Globe Editorial

Connecticut: Yes, it still exists

December 18, 2010

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Connecticut’s sometimes complicated relationship with the rest of New England mustn’t end like this. Discover New England, which touts itself as the region’s official tourism group, recently banished all mentions of Connecticut from its website and replaced the state on its brightly colored map with a gaping Connecticut-shaped void. The purge followed Connecticut’s decision to cut its tourism marketing budget from $4.3 million to a symbolic $1, which meant it wouldn’t pay the annual $100,000 fee Discover New England charges states to promote a state’s attractions.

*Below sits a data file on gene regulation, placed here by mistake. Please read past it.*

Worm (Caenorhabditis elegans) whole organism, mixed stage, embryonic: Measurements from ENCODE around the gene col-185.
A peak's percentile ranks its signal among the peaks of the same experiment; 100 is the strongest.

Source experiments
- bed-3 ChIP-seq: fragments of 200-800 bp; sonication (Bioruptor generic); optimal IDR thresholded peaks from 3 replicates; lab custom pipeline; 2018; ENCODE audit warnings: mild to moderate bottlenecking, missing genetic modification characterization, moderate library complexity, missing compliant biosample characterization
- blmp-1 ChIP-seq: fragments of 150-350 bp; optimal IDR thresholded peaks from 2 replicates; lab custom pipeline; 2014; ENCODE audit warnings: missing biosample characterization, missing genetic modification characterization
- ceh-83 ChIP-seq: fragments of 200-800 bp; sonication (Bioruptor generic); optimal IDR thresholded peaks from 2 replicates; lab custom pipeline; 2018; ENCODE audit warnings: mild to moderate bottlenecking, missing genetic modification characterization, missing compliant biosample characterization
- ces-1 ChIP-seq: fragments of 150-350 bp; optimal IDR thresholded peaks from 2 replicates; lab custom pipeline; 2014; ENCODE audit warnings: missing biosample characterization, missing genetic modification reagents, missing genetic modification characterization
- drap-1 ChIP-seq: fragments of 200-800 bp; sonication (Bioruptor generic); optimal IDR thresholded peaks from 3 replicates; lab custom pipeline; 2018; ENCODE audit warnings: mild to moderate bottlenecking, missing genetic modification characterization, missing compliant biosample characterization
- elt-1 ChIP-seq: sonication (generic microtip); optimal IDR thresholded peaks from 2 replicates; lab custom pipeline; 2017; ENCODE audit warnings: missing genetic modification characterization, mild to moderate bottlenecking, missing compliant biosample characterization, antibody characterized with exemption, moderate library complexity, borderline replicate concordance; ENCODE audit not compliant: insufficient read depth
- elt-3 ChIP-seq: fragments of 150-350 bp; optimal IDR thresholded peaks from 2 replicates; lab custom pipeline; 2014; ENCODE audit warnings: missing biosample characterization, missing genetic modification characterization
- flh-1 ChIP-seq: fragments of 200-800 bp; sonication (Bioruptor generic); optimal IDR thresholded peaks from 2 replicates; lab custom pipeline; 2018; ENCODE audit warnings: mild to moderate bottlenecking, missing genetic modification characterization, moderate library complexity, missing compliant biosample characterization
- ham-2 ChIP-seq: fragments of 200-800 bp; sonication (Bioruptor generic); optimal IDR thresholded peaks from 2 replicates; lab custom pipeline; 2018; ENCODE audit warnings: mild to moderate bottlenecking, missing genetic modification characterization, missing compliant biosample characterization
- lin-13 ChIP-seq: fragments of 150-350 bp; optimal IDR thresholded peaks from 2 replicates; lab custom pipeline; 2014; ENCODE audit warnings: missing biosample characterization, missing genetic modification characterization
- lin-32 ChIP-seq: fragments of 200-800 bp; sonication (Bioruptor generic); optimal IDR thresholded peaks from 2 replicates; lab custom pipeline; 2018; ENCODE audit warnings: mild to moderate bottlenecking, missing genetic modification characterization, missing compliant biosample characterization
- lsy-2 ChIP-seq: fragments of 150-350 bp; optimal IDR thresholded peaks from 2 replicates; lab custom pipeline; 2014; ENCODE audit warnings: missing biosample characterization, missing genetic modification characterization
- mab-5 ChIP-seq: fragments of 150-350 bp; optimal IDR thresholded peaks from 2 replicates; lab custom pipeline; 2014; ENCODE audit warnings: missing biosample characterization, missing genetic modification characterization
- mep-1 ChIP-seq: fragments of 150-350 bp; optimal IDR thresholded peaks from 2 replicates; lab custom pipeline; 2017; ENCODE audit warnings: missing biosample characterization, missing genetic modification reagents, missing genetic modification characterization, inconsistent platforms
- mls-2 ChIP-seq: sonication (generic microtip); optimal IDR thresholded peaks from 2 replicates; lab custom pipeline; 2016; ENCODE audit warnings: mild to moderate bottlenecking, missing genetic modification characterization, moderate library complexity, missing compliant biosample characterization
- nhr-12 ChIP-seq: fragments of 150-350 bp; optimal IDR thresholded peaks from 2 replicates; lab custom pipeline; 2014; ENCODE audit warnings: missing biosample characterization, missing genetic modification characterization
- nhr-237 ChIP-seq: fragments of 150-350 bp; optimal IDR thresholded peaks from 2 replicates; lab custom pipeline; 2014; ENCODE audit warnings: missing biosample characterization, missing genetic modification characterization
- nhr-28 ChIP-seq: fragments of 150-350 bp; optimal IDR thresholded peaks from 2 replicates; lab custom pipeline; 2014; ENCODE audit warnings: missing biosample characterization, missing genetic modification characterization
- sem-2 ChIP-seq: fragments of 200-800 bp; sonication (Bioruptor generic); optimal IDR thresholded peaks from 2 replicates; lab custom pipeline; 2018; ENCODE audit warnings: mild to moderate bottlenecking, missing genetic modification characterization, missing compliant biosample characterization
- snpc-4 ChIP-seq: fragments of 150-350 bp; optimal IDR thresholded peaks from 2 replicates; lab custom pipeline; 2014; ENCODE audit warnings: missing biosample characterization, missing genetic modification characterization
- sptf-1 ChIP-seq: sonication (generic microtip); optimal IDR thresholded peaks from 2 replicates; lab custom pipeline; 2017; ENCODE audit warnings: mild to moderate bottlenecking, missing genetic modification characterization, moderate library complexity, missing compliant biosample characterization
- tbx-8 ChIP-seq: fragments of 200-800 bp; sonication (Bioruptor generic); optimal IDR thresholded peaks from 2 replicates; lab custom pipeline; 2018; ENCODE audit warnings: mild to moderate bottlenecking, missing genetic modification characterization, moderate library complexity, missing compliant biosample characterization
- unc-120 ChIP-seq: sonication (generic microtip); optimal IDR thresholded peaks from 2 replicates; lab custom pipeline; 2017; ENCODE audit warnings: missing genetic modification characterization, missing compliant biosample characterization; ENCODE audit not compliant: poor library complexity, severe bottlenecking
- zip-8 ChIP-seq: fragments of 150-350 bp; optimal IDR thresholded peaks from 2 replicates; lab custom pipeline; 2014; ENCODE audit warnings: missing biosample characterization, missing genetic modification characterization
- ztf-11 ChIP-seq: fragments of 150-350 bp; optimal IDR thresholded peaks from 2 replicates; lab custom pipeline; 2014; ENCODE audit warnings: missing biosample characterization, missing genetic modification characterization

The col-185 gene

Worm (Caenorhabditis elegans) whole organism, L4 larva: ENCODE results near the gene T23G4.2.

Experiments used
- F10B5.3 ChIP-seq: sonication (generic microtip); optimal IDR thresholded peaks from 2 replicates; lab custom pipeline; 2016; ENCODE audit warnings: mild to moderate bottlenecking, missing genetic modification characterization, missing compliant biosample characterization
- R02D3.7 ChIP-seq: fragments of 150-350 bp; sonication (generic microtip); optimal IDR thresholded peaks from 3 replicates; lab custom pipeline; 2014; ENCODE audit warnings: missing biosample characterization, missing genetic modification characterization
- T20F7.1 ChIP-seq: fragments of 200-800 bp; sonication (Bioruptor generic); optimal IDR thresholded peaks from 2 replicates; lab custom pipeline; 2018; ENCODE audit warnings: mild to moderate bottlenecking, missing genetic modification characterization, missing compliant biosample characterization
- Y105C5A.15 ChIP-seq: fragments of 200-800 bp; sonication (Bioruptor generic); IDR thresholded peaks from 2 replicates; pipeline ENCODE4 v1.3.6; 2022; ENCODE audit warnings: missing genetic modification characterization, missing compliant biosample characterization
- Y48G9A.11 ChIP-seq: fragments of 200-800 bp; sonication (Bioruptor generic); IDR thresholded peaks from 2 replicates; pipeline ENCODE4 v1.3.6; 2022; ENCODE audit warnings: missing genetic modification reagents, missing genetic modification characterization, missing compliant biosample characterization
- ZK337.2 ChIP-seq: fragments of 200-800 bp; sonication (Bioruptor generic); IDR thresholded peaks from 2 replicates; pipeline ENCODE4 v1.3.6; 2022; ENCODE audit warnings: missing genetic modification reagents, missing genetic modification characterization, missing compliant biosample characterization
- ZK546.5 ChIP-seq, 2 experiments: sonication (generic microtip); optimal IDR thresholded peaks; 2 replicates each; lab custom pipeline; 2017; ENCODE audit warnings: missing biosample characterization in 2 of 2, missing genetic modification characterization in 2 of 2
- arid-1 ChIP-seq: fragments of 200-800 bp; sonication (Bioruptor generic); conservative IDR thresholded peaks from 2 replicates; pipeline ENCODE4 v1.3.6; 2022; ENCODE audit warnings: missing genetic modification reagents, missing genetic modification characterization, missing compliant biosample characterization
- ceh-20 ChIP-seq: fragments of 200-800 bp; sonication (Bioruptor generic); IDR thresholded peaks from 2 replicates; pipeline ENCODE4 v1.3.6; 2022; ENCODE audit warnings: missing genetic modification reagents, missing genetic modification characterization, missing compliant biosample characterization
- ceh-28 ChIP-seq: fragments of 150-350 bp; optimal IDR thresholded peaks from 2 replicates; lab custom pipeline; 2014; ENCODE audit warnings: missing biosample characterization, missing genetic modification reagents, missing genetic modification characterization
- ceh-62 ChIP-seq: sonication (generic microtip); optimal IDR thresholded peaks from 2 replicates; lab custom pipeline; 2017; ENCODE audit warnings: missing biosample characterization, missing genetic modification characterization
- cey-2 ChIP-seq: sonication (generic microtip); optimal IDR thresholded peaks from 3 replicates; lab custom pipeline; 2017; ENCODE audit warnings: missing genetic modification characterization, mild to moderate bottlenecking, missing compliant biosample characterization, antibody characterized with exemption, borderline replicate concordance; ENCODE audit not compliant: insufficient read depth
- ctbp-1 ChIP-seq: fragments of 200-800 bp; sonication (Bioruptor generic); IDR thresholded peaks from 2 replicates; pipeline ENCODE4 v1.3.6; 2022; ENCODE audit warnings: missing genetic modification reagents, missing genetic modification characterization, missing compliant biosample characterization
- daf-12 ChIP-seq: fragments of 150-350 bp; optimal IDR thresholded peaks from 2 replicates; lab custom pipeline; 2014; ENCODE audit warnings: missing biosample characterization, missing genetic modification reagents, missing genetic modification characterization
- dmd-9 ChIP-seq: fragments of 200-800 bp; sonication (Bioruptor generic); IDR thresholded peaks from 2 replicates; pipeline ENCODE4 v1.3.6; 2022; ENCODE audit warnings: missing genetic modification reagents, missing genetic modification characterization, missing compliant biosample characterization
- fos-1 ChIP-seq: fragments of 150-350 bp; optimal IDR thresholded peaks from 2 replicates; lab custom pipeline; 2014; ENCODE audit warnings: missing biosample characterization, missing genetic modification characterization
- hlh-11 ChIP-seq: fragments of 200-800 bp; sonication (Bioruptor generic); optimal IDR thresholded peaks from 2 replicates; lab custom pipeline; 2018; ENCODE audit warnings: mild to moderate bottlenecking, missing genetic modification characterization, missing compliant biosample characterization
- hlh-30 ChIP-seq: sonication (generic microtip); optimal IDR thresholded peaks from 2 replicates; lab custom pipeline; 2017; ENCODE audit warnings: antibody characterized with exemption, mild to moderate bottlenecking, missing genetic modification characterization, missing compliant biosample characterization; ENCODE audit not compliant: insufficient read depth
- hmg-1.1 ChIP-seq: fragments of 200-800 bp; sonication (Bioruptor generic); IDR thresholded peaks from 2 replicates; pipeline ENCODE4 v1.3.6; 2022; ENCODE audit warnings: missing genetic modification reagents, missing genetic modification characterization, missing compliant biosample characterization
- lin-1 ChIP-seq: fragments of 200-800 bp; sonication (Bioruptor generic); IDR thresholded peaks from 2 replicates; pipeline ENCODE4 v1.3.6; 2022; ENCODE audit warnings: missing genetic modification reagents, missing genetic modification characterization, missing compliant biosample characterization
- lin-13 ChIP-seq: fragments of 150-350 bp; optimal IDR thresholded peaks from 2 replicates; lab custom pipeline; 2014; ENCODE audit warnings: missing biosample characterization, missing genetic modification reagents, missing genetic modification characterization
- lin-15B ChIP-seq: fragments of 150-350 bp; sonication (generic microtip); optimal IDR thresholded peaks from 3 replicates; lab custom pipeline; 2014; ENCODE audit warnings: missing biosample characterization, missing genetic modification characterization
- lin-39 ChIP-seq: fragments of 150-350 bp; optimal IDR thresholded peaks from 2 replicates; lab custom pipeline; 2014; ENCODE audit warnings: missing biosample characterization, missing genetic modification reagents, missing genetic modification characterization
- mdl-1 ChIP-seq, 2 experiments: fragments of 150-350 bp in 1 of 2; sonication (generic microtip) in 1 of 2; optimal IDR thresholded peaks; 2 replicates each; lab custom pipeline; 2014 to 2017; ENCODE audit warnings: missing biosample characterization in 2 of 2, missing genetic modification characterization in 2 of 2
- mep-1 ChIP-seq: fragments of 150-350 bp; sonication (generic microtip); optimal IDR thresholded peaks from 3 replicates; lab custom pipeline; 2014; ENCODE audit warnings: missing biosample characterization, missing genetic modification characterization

Connecticut may not be a marquee travel destination — even if it is both the home of Pez dispensers and the birthplace of modern toothpaste — but tourism does bring in about $14 billion to the state each year. That cash flow, estimates the state’s tourism director, sustains around 170,000 jobs. So, the state’s budgeting decision may hurt Nutmeg State businesses that rely on the tourism industry. While Discover New England can’t be expected to promote those businesses aggressively if Connecticut isn’t kicking in, neither should the tourism group literally wipe them off the map.

Even if some fans in southwestern Connecticut do root for New York teams, the definition of New England is quite well established. Connecticut shares a common culture, a similar history, and the same inclement weather as Massachusetts, Maine, New Hampshire, Rhode Island, and Vermont. For Discover New England, that’s apparently not enough reason even to acknowledge Connecticut’s existence. But being part of New England doesn’t come with a price tag.